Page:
Traditionally, the lanterns were carved from a turnip and I remember many a boring day trying to carve out the tough inner of a turnip to carve a very crude face on it.  So as I eccentrically announced this week “the pumpkin is one of the greatest inventions!”  Carving a pumpkin is much simply than a turnip, so allows much more fanciful patterns to be made.  Also, the orange colours are much more beautiful than the white of a turnip and the smell much sweeter.

A pumpkin carved hag

A pumpkin carved hag

Interestingly, pumpkins and turnips only became associated with Halloween in the mid 19th Century.  They have always been around but really they were more a celebration of harvest and thanksgiving for the bounty of the earth rather than anything to do with Fright Night.  Perhaps though these lanterns or jack o’lanterns may protect the home from evil spirits, so they are a quite good co-option.

We enjoy carving quite complicated pumpkin patterns and this year, we have made a hag, a ghoul and a dragon.

We also used some Flying Pumpkin Lanterns, which were great fun.  These are based on Chinese flying lanterns called “Khom Fay” or “Khom Loy”, where the Chinese have had these for 2000 or so years.  Basically, it is a paper lantern stretched over a bamboo frame with a small candle in the centre that gives the lantern lift, just like a mini hot air balloon.  Ours were decorated as pumpkins.

It actually took quite a lot of time for the pumpkin lantern to fill out with hot air and we needed to tease out the creases and edges to let it bulge out fully.  However, when it was ready to go, I could feel it straining at my fingertips and then (after releasing), it shot upwards for about 100 metres, caught the wind and headed northwards at a far lick towards Helperby.  We lost sight of it after about 10 minutes when the lamp flickered a bit and then obviously went out.  Some farmer will have a surprise when he finds a flattened pumpkin paper lantern lying in his field.  Awesome fun.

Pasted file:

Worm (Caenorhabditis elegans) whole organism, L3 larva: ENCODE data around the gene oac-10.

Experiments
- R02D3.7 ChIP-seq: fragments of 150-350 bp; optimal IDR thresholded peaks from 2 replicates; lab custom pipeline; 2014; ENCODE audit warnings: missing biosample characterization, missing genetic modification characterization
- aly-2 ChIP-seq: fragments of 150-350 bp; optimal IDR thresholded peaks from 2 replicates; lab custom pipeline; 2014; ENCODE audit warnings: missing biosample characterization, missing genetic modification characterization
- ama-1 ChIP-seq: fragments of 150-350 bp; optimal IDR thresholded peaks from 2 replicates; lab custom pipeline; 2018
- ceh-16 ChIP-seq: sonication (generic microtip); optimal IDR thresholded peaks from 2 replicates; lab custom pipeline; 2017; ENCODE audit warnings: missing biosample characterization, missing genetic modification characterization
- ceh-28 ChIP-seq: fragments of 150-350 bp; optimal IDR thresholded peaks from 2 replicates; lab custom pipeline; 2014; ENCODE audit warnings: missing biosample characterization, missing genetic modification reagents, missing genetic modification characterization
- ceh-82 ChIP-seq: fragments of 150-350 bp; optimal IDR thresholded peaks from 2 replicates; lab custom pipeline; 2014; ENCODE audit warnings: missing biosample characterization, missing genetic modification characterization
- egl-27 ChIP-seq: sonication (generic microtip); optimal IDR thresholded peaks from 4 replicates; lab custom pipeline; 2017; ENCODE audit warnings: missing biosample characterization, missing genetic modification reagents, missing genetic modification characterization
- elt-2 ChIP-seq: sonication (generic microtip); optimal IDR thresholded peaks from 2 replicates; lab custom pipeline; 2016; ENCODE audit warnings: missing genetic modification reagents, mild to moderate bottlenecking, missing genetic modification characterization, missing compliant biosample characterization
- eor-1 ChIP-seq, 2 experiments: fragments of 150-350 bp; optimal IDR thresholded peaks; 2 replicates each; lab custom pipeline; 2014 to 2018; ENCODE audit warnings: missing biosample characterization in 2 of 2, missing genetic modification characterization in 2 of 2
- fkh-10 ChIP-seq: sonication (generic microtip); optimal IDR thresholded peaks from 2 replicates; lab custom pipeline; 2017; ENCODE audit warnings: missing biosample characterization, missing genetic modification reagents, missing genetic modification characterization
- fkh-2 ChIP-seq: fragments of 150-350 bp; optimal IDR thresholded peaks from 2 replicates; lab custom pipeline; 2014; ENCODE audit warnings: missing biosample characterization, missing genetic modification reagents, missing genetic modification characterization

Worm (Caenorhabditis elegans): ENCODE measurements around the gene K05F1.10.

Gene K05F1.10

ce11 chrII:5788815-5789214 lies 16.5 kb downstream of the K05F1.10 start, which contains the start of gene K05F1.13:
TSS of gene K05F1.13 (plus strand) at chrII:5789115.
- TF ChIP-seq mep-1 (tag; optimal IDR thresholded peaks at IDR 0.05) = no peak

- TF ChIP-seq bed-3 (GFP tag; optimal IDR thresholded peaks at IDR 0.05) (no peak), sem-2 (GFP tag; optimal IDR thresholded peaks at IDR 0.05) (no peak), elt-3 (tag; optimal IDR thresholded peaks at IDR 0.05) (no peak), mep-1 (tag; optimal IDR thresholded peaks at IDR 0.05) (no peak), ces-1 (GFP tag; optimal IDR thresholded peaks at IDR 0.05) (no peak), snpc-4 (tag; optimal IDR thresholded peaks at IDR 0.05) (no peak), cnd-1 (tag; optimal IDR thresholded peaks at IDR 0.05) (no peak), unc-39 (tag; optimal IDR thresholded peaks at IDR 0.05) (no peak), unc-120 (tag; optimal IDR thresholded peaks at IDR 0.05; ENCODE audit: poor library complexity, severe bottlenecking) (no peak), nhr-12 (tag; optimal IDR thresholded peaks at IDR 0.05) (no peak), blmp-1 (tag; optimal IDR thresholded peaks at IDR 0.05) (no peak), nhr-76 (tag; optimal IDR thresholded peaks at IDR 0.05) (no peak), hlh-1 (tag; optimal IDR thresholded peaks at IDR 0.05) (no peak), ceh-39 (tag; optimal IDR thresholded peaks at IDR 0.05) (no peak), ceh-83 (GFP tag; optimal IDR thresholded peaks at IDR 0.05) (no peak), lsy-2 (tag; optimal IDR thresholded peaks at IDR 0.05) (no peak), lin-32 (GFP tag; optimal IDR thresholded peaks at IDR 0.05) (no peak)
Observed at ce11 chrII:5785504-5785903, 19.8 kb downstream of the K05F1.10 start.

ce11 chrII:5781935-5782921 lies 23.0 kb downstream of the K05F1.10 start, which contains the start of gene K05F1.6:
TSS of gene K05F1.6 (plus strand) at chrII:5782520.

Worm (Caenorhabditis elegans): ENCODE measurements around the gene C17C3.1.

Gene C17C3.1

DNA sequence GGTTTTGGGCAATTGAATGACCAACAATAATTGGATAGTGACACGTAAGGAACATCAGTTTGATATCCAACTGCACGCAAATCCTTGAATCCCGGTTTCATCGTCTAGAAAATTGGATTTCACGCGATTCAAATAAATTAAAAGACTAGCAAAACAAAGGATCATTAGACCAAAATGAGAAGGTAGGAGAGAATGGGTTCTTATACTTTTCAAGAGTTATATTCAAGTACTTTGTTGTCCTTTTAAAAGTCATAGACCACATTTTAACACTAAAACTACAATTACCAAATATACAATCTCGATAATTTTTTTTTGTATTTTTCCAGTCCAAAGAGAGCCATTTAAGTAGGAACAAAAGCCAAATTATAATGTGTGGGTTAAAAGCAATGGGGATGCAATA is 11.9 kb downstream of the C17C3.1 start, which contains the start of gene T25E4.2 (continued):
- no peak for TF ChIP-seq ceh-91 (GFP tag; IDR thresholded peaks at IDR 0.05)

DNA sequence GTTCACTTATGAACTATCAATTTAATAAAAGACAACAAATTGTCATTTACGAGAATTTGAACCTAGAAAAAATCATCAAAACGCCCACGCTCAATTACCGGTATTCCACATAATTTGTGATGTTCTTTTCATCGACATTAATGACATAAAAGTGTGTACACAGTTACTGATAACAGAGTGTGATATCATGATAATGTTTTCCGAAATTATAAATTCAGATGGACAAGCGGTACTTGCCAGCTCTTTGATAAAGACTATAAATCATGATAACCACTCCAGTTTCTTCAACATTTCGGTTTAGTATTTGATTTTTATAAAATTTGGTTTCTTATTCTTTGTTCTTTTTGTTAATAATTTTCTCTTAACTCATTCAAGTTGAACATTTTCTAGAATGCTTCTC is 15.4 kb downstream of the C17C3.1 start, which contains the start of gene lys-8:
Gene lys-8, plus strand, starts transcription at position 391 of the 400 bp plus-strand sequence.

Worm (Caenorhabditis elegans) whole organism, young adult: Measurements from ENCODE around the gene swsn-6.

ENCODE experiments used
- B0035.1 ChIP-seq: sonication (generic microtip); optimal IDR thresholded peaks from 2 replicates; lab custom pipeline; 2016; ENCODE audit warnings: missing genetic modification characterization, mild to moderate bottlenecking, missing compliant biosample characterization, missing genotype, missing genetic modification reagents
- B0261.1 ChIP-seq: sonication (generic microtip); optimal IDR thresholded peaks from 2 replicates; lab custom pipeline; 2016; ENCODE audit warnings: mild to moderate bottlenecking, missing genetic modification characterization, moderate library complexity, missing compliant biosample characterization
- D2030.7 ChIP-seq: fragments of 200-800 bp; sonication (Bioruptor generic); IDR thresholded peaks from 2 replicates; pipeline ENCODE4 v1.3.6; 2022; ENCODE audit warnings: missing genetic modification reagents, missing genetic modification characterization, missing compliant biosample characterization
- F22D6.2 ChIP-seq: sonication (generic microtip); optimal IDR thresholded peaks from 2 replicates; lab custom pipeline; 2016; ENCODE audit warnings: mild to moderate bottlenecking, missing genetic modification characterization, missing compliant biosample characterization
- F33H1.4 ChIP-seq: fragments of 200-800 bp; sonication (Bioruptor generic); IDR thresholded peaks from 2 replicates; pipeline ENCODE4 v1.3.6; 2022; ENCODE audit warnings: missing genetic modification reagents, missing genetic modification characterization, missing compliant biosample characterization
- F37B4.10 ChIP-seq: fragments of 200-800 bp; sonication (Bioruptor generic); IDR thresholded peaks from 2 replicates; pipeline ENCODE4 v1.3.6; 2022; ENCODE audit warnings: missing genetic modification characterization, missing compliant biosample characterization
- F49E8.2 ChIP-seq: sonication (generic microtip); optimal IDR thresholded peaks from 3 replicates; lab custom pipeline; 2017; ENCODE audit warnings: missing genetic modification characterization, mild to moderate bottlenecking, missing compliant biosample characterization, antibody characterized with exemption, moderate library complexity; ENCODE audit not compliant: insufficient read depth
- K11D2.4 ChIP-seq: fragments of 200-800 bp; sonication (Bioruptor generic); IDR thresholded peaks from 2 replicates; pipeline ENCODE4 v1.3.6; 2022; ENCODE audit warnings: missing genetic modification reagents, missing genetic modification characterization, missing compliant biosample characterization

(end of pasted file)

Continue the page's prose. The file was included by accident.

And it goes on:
Carving Your Pumpkin At Halloween

Friday, October 30th, 2009

Carving a pumpkin is really quite simple and (dare I say it) quite satisfying to do.  Here is how we do it in the Steenbergs household.

Firstly, choose a decent sized pumpkin with a good area on the face for you to do the carving.  A too small front face will be hard to carve and be fairly curved in shape.

Next, either draw a pattern onto the pumpkin using a marker pen or get a stencil and attach this to the pumpkin, using either tape or drawing pins.  You can download stencils from the web or buy them from good grocery stores – we bought a set of pumpkin carving safety knives from Booths in Ripon this year which came with some stencils.

I then usually mark around the stencil using a pin or the end of a sharp knife to mark out the pattern.

Marking out the pattern

Marking out the pattern

Put a read newspaper onto the table you are going to use as this makes tidying up much easier.  Now, using a knife cut a circle out of the top of the pumpkin and remove the top lid. 

Next, using a spoon and your hands scoop out all the seeds and the fibrous inner gunk.

Scooping out the gloop

Scooping out the gloop

Carefully and patiently cut out the pattern that you have marked out or drawn on the front of the pumpkin using safety knives if you’ve got them.  I use what looks like a slightly deadly array of pumpkin carving knives, sharp kitchen knives, metal skewers and bamboo skewers to cover all the possible bases while chopping away. 

Finished sea monster

Finished sea monster

The key thing is patience and perserverance.  Sometimes you also need to put your hand inside the pumpkin to give it further support as you are carving away as in the past we have broken off the more delicate bits of teeth or broomsticks and then have had to do emergency repair work using wooden toothpicks to put pumpkin flesh back onto the pumpkin!

As with all things in life, pratice makes perfect so every year you do it the better you will get.